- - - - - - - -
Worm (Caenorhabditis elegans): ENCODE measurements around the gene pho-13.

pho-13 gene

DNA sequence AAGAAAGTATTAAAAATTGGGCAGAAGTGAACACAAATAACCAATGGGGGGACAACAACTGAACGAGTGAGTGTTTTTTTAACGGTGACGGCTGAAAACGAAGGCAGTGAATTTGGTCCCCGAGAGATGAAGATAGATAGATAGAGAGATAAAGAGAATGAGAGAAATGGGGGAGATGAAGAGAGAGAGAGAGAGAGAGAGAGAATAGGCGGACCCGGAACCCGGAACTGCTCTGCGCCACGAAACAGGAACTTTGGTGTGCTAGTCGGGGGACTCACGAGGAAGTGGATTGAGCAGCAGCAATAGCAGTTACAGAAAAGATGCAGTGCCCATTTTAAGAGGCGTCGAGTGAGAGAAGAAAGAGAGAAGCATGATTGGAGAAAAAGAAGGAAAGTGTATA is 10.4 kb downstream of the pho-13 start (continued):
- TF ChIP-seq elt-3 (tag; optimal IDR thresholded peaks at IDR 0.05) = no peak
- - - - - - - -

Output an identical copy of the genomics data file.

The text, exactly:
Worm (Caenorhabditis elegans): ENCODE measurements around the gene pho-13.

pho-13 gene

DNA sequence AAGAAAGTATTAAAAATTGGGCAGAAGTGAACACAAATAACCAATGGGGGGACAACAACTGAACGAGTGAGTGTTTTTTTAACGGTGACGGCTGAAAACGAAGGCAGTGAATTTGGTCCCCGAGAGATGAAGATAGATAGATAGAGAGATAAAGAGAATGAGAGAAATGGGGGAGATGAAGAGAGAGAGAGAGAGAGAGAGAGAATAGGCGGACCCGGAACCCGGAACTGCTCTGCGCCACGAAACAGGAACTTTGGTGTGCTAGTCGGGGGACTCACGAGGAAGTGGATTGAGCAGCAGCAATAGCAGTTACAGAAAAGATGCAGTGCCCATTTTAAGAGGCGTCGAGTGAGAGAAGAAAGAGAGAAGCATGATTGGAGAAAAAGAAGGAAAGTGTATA is 10.4 kb downstream of the pho-13 start (continued):
- TF ChIP-seq elt-3 (tag; optimal IDR thresholded peaks at IDR 0.05) = no peak